"A real man, a man's man, is a Godly man"

McCartney shrugged the criticism off. He said that it was vital for men to become responsible members of their families and "bring them to Jesus". He added: "A real man, a man's man, is a Godly man. A real man is a man of substance, a man that's vulnerable, a man who loves his wife, a man that has a passion for God, and is willing to lay down his life for him."

He said he had now quit his $350,000-a-year job to devote more time to his wife. "For years we have been chasing my dreams. Now it's time we chased her dreams."

McCartney's organisation has 150 people on a $22 million budget. Books, tapes, cassettes, CDs, golf shirts and baseball caps are sold by mail-order, and there is a bi-monthly magazine, New Man, which features comment on safe sex and advises people to join "an institution called marriage".

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Promise Keepers Inherit
the Earth -- and More!
by Conrad Goeringer
from AANEWS by American Atheists

July, 1997

Promise Keepers, the evangelical Christian "men's movement" which holds gut-wrenching, tear-jerking altar call events in stadiums and other sports venues, wants to bring its version of the "million man march" to Washington, D.C. in October. But in the meantime, the organization is bringing in millions of dollars as well as followers. Last year, revenues approached $100 million, and the 1997 budget is set for $117 million. Notes Associated Press, despite some possible financial setbacks, "This much is certain: Promise Keepers was blessed with quick riches."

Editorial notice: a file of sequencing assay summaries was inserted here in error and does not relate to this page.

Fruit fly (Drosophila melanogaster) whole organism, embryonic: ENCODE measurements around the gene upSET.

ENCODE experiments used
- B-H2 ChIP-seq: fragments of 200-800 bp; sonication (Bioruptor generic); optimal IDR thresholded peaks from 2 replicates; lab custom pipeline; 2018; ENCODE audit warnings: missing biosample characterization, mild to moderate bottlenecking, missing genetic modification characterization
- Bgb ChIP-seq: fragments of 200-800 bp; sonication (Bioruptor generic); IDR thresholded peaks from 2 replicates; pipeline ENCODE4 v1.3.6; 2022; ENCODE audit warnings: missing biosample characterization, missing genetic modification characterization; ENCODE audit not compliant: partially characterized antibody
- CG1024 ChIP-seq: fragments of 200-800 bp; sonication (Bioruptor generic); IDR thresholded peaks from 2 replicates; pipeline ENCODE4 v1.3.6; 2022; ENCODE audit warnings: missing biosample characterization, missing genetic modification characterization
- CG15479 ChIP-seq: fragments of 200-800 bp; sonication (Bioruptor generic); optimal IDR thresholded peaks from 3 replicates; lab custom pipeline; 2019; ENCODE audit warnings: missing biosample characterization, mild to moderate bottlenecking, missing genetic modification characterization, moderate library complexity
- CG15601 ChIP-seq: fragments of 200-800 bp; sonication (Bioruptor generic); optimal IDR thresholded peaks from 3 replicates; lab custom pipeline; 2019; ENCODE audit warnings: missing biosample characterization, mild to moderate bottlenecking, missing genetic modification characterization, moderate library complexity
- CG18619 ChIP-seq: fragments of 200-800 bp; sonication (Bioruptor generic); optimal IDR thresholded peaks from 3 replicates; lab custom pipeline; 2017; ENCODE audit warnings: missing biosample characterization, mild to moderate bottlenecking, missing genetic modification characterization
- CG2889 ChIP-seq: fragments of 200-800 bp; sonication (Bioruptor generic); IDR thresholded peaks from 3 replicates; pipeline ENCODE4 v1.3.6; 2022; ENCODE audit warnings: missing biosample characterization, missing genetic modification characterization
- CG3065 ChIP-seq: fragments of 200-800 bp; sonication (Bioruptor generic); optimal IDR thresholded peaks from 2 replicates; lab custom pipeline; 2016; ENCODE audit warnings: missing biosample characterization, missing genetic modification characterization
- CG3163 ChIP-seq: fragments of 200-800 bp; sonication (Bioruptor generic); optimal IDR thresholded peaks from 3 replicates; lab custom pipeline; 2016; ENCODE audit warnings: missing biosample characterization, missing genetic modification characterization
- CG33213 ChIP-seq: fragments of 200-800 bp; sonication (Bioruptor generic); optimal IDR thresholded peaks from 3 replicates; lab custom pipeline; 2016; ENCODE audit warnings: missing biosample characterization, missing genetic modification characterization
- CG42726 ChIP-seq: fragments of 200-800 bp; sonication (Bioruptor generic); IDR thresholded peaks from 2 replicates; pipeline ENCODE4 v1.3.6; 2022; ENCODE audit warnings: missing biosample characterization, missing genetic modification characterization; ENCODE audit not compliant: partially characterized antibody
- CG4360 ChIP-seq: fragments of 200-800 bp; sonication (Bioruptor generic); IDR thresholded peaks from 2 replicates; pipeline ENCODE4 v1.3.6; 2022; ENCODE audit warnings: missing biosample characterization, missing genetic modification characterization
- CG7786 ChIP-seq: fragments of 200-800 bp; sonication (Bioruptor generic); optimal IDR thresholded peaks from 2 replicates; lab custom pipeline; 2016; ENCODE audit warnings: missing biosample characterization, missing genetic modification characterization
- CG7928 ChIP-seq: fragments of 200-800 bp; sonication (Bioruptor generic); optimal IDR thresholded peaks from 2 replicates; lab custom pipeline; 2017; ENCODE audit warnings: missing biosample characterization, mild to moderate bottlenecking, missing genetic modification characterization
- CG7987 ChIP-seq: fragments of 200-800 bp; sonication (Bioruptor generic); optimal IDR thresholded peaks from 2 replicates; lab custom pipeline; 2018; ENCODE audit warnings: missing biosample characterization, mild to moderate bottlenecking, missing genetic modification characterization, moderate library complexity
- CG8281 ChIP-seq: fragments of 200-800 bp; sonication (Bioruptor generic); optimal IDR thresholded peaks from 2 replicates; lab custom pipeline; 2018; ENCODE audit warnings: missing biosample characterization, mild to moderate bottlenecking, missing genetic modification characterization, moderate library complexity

This year, the group is sponsoring 18 giant conferences. Tickets are $60 in advance, $70 at the door if available; participants get a book, tape cassette and a box lunch which AP values at about $6.50 total. Rental for stadiums is surprisingly low; the group paid just $85,000 for the use of Legion field, which included the rental of 8,500 chairs.

The President of Promise Keepers, Randy Phillips, reportedly tears down an annual salary of about $155,000 plus another $17,638 in benefits and allowances.

With figures like that, it appears that it's more than the meek who will inherit the earth.

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The Seduction of
(author and source unknown)

Many members of fundamentalist religions were first seduced into it because it appeared to them to be a comforting religion. It promised to the person who felt lost in a society that is not perfect that, yes, there are simple answers to complex problems.

Many people find it hard to cope. They see that the universe is not only complex but it is dangerous. There are diseases and death, floods and hurricanes, earthquakes and catastrophes. The poor frightened human, able to understand the danger but neither able to accept it nor do anything about it, finds that the presence of the Supreme Boss is extremely desirable -- especially if the Boss can be manipulated by magical signs and incantations.

But it will ultimately occur to the fundamentalist that anyone or anything which denies the existence of the Boss threatens the safety, even the very survival, of the believer. The infidel must be brought into the fold or, at least, prevented from acting contrary to the values of the fundamentalist.

It is at this time that the fundamentalist is in the greatest danger of gradually becoming part of a religion of violence. The first promise of fundamentalism has disappeared. It has become a religion that turns its members into irrational followers whose hatred for much of this world is now the most basic part of their personality. Little did these converts realize that they were in danger of becoming believers who religiously violate the basic standards of the religion.